Teen 411 put on police department Web page for teens, parents

Published 6:27 pm Tuesday, September 5, 2006

The Picayune Police department has implemented a new service on their website for teenagers to express concerns or have questions answered.

Students can access the new service, Teen 411, by visiting the Website, www.picayunepolicedepartment.com, and clicking the link on the left hand side of the page. If parents have a teen-related problem, Teen 411 is available to them as well, but the service is primarily for teens, said Police Chief Jim Luke.

“Our youth is our future, our number one priority,” Luke said.

Sign up for our daily email newsletter

Get the latest news sent to your inbox

The service can be used to report concerns of friends with drug problems or to have questions answered anonymously, Luke said. If, however, students or parents would like a response to questions, they can leave an e-mail address.

“We’re showing we care about your views and your opinion,” said LaMar Thompson with the Picayune Police.

Possible questions could include what a speed limit is on a certain road, why the city needs speed limits or how much a ticket will cost, Luke said. Students also can use the service to pose ideas and questions to the Picayune City Council or mayor, Ervin said. In addition, the service could be used by students to share ideas for the student security council to consider, said Sgt. Bryan Dawsey.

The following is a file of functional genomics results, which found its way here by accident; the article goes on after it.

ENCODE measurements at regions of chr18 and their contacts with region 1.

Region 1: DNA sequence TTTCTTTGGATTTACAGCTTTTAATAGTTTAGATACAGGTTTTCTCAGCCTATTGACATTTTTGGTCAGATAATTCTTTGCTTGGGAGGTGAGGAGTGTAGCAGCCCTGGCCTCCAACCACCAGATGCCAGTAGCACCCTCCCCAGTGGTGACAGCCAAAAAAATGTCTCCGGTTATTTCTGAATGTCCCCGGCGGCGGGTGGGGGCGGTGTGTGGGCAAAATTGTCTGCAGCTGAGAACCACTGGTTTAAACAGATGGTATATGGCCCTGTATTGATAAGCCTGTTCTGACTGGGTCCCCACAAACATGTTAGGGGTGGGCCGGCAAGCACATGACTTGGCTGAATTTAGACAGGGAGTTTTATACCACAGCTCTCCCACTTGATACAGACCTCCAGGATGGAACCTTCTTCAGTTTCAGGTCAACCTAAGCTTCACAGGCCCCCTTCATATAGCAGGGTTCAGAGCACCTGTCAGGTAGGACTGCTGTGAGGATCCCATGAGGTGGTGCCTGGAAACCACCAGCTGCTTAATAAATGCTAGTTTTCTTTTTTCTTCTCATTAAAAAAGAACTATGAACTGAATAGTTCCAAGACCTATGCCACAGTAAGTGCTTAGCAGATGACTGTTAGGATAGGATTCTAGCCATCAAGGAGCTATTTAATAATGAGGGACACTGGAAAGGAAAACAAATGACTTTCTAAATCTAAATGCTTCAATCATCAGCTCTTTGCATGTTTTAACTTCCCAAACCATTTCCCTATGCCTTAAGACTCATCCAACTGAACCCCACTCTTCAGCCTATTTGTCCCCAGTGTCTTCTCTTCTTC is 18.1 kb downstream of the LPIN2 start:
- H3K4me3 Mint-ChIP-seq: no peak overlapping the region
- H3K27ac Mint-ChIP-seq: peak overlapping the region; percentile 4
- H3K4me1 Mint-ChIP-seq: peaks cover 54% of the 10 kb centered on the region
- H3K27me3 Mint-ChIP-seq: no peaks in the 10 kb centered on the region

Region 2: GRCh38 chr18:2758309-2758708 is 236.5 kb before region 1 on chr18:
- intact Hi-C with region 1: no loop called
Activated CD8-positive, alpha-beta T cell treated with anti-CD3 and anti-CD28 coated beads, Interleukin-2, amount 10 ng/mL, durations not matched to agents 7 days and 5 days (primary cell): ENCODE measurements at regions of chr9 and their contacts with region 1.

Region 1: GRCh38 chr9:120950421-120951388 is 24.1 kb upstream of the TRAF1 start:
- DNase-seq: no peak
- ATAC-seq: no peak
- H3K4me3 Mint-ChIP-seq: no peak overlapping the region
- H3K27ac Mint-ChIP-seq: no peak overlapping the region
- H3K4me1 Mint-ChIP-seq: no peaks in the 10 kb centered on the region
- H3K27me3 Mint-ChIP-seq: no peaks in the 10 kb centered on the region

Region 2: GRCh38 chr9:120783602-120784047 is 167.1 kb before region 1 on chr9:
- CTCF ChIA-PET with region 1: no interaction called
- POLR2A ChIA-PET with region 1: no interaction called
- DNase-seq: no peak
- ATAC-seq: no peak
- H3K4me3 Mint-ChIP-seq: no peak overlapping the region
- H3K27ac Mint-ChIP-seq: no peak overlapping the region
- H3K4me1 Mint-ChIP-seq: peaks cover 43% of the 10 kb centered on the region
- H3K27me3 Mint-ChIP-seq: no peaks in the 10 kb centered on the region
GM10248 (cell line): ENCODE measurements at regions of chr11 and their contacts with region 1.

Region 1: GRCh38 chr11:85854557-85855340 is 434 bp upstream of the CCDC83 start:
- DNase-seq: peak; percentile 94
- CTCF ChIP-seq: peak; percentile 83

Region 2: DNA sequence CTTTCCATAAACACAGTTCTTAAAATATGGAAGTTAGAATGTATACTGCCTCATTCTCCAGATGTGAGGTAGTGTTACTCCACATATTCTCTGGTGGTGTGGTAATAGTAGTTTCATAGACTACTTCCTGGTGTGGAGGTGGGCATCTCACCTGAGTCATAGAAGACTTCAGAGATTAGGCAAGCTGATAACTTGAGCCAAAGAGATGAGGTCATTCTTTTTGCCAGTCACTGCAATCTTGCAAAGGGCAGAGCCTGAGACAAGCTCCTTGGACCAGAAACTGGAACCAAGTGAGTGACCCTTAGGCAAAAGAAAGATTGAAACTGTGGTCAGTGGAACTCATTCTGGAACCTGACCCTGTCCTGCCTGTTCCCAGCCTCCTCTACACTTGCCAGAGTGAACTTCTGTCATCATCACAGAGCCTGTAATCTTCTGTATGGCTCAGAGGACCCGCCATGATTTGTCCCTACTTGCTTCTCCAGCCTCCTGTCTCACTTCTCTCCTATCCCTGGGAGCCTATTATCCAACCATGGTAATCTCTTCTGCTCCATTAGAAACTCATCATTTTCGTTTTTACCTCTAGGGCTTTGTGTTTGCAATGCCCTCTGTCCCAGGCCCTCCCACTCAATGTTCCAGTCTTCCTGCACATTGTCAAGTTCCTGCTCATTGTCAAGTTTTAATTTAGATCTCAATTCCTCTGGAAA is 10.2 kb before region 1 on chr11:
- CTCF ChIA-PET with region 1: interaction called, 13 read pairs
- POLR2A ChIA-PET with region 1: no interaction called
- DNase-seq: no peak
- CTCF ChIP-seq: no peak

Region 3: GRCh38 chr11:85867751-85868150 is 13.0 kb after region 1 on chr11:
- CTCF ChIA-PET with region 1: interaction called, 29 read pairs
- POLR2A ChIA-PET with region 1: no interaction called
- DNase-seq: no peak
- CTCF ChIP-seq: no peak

“Anything that may be involved with the City of Picayune,” Luke said.

Questions will be answered as soon as possible, usually within 24 hours, Luke said.

Picayune’s Teen 411 is the only one like it implemented in the state, said Deputy Chief David Ervin, who conducted some research concerning programs offered by law enforcement agencies in other communities.

“We hope others will follow if it is successful,” Luke said.

Students in the Picayune school district security council also think the program could be useful to students such as themselves.

“I think it’s a good idea because some students are scared to talk to officers,” said security council member Tiffany Reed.

“The program itself is for the betterment of the community,” said school security council member Carl Woodson.